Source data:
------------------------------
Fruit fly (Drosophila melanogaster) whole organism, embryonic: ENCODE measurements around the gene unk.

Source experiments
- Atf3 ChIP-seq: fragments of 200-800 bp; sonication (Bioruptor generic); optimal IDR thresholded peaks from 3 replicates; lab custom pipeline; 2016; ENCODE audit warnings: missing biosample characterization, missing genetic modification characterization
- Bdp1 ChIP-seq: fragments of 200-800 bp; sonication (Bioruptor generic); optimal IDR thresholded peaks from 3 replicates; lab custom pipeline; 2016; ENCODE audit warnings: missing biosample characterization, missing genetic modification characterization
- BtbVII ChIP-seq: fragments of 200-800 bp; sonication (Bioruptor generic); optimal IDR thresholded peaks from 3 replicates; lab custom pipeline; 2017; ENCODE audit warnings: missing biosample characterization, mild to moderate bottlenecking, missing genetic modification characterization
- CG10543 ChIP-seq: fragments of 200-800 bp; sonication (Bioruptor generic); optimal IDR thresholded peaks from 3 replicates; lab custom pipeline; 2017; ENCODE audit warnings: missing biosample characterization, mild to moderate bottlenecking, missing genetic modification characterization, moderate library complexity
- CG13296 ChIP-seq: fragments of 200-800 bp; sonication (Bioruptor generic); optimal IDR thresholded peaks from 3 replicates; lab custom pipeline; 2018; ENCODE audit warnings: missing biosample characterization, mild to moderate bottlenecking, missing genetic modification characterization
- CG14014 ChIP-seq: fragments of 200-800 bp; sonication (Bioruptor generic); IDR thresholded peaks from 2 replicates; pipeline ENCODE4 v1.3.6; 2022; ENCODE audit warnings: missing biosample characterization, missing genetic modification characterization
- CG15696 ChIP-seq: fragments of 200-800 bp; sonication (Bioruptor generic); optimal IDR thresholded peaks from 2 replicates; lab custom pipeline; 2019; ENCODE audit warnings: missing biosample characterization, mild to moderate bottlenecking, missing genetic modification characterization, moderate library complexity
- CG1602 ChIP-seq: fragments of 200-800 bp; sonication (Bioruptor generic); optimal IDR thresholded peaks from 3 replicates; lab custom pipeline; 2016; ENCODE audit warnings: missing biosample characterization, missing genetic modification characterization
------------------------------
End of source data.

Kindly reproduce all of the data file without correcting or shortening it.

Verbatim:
Fruit fly (Drosophila melanogaster) whole organism, embryonic: ENCODE measurements around the gene unk.

Source experiments
- Atf3 ChIP-seq: fragments of 200-800 bp; sonication (Bioruptor generic); optimal IDR thresholded peaks from 3 replicates; lab custom pipeline; 2016; ENCODE audit warnings: missing biosample characterization, missing genetic modification characterization
- Bdp1 ChIP-seq: fragments of 200-800 bp; sonication (Bioruptor generic); optimal IDR thresholded peaks from 3 replicates; lab custom pipeline; 2016; ENCODE audit warnings: missing biosample characterization, missing genetic modification characterization
- BtbVII ChIP-seq: fragments of 200-800 bp; sonication (Bioruptor generic); optimal IDR thresholded peaks from 3 replicates; lab custom pipeline; 2017; ENCODE audit warnings: missing biosample characterization, mild to moderate bottlenecking, missing genetic modification characterization
- CG10543 ChIP-seq: fragments of 200-800 bp; sonication (Bioruptor generic); optimal IDR thresholded peaks from 3 replicates; lab custom pipeline; 2017; ENCODE audit warnings: missing biosample characterization, mild to moderate bottlenecking, missing genetic modification characterization, moderate library complexity
- CG13296 ChIP-seq: fragments of 200-800 bp; sonication (Bioruptor generic); optimal IDR thresholded peaks from 3 replicates; lab custom pipeline; 2018; ENCODE audit warnings: missing biosample characterization, mild to moderate bottlenecking, missing genetic modification characterization
- CG14014 ChIP-seq: fragments of 200-800 bp; sonication (Bioruptor generic); IDR thresholded peaks from 2 replicates; pipeline ENCODE4 v1.3.6; 2022; ENCODE audit warnings: missing biosample characterization, missing genetic modification characterization
- CG15696 ChIP-seq: fragments of 200-800 bp; sonication (Bioruptor generic); optimal IDR thresholded peaks from 2 replicates; lab custom pipeline; 2019; ENCODE audit warnings: missing biosample characterization, mild to moderate bottlenecking, missing genetic modification characterization, moderate library complexity
- CG1602 ChIP-seq: fragments of 200-800 bp; sonication (Bioruptor generic); optimal IDR thresholded peaks from 3 replicates; lab custom pipeline; 2016; ENCODE audit warnings: missing biosample characterization, missing genetic modification characterization